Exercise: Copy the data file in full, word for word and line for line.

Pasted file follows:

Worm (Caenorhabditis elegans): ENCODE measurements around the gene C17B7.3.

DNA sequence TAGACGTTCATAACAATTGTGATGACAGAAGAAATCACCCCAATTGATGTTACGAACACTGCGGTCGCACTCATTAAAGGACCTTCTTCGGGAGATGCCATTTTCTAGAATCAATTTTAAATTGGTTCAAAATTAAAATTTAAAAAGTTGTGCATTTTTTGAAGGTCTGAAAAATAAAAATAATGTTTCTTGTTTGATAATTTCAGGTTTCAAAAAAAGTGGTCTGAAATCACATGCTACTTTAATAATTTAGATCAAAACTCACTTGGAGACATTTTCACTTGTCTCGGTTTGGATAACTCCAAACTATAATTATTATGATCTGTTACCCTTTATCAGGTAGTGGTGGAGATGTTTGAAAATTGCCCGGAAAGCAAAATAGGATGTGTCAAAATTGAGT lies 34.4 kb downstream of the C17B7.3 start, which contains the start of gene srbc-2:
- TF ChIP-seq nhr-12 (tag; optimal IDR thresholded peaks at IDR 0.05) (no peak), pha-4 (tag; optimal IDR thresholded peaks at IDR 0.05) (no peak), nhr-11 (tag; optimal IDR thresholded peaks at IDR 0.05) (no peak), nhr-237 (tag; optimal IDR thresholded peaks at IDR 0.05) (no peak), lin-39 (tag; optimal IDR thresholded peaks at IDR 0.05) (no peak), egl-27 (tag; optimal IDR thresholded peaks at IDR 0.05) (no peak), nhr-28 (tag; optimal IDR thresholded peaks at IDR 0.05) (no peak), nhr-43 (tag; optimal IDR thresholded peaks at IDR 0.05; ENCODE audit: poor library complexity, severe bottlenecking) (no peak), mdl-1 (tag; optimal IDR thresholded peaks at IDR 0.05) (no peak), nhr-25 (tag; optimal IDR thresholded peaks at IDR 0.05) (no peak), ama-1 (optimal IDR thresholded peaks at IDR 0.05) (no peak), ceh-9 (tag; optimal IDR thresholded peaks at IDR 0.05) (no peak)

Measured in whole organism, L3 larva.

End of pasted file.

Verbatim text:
Worm (Caenorhabditis elegans): ENCODE measurements around the gene C17B7.3.

DNA sequence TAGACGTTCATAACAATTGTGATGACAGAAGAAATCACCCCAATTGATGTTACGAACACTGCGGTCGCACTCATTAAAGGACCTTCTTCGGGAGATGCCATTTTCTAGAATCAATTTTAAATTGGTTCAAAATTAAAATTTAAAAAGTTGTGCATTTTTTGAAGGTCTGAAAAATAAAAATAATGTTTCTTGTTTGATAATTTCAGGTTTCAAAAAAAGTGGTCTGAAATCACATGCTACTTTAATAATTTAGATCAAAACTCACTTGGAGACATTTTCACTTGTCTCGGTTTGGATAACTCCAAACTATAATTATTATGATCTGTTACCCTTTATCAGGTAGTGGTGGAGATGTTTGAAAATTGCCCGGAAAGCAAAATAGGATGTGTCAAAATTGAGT lies 34.4 kb downstream of the C17B7.3 start, which contains the start of gene srbc-2:
- TF ChIP-seq nhr-12 (tag; optimal IDR thresholded peaks at IDR 0.05) (no peak), pha-4 (tag; optimal IDR thresholded peaks at IDR 0.05) (no peak), nhr-11 (tag; optimal IDR thresholded peaks at IDR 0.05) (no peak), nhr-237 (tag; optimal IDR thresholded peaks at IDR 0.05) (no peak), lin-39 (tag; optimal IDR thresholded peaks at IDR 0.05) (no peak), egl-27 (tag; optimal IDR thresholded peaks at IDR 0.05) (no peak), nhr-28 (tag; optimal IDR thresholded peaks at IDR 0.05) (no peak), nhr-43 (tag; optimal IDR thresholded peaks at IDR 0.05; ENCODE audit: poor library complexity, severe bottlenecking) (no peak), mdl-1 (tag; optimal IDR thresholded peaks at IDR 0.05) (no peak), nhr-25 (tag; optimal IDR thresholded peaks at IDR 0.05) (no peak), ama-1 (optimal IDR thresholded peaks at IDR 0.05) (no peak), ceh-9 (tag; optimal IDR thresholded peaks at IDR 0.05) (no peak)

Measured in whole organism, L3 larva.